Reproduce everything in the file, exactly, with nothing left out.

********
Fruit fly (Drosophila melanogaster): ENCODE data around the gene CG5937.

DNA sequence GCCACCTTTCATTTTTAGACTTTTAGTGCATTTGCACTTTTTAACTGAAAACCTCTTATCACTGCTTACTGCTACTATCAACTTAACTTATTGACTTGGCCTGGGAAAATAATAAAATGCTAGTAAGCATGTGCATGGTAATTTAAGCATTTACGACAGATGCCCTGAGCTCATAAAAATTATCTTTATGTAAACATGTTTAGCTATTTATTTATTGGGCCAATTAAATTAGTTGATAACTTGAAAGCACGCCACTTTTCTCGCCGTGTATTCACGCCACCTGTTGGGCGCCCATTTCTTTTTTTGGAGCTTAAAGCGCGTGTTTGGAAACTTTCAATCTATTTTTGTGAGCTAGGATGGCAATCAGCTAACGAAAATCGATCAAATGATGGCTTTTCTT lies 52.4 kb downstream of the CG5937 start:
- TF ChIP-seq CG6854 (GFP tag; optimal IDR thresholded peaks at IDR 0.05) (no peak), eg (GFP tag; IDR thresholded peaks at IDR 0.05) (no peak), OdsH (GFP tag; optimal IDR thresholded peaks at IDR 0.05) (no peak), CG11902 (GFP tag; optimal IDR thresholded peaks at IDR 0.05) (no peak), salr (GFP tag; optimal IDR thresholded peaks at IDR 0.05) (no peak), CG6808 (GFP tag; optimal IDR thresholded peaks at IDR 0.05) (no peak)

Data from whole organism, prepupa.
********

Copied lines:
Fruit fly (Drosophila melanogaster): ENCODE data around the gene CG5937.

DNA sequence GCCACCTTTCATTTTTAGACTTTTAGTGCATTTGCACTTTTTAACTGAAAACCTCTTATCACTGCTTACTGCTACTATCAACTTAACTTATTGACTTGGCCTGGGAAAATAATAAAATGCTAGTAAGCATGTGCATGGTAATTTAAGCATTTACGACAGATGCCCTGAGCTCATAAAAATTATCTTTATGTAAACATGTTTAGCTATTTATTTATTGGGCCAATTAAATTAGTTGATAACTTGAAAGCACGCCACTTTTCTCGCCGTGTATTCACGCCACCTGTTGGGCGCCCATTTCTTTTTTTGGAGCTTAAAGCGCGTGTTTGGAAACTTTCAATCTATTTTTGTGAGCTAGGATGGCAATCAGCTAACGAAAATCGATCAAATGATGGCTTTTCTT lies 52.4 kb downstream of the CG5937 start:
- TF ChIP-seq CG6854 (GFP tag; optimal IDR thresholded peaks at IDR 0.05) (no peak), eg (GFP tag; IDR thresholded peaks at IDR 0.05) (no peak), OdsH (GFP tag; optimal IDR thresholded peaks at IDR 0.05) (no peak), CG11902 (GFP tag; optimal IDR thresholded peaks at IDR 0.05) (no peak), salr (GFP tag; optimal IDR thresholded peaks at IDR 0.05) (no peak), CG6808 (GFP tag; optimal IDR thresholded peaks at IDR 0.05) (no peak)

Data from whole organism, prepupa.